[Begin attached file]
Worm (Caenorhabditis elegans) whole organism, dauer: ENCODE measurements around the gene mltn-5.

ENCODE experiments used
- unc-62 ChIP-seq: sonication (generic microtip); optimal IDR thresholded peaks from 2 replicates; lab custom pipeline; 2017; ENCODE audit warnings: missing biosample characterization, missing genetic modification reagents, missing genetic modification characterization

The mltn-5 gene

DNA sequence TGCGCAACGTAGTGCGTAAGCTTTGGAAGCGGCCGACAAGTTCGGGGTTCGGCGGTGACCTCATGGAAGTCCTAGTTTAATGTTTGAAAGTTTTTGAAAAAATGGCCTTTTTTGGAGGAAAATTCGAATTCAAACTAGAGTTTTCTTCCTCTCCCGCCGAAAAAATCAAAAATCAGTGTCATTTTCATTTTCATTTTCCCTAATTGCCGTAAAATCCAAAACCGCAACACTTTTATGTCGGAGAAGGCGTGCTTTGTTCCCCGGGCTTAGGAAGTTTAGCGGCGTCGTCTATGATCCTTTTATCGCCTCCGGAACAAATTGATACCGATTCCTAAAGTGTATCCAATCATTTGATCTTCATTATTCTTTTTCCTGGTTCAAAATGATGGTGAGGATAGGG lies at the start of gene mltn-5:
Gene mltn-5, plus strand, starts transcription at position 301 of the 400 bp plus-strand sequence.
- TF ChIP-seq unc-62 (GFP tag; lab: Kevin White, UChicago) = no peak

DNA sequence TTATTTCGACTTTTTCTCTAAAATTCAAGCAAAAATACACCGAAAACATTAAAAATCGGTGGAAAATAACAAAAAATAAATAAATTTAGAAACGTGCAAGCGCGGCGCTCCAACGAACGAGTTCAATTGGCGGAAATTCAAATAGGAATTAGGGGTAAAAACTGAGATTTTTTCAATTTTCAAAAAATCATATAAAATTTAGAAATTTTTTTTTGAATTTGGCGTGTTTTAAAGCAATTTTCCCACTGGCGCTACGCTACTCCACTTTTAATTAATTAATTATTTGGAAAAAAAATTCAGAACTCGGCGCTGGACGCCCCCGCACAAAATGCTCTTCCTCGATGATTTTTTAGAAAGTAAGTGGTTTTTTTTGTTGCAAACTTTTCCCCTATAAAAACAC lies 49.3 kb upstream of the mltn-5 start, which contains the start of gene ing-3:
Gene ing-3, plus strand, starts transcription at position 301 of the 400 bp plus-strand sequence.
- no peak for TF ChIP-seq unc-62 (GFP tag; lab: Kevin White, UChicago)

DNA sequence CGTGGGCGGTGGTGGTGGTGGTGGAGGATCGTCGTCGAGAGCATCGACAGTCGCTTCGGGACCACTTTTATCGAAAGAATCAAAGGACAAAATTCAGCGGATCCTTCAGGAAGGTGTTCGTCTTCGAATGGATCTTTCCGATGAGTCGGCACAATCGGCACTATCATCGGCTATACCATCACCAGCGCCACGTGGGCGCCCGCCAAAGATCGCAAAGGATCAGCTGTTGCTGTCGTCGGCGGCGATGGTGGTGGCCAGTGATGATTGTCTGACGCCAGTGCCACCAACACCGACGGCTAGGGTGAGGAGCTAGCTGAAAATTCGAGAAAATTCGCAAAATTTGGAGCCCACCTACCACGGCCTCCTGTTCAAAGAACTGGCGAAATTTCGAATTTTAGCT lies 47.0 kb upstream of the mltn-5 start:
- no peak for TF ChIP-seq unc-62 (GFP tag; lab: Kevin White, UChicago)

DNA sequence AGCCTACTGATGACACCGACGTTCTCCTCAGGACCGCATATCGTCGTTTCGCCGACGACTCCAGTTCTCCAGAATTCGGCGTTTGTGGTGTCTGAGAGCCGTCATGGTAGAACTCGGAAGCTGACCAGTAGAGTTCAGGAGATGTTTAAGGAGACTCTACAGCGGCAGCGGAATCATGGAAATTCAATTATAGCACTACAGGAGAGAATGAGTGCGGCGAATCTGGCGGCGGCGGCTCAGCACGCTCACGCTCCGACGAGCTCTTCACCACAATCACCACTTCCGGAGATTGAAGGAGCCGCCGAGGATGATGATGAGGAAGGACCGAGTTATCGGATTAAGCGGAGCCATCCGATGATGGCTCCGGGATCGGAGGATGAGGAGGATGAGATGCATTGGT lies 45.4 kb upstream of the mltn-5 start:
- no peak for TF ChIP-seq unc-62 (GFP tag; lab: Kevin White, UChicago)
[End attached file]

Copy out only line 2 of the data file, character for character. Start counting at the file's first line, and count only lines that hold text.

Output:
ENCODE experiments used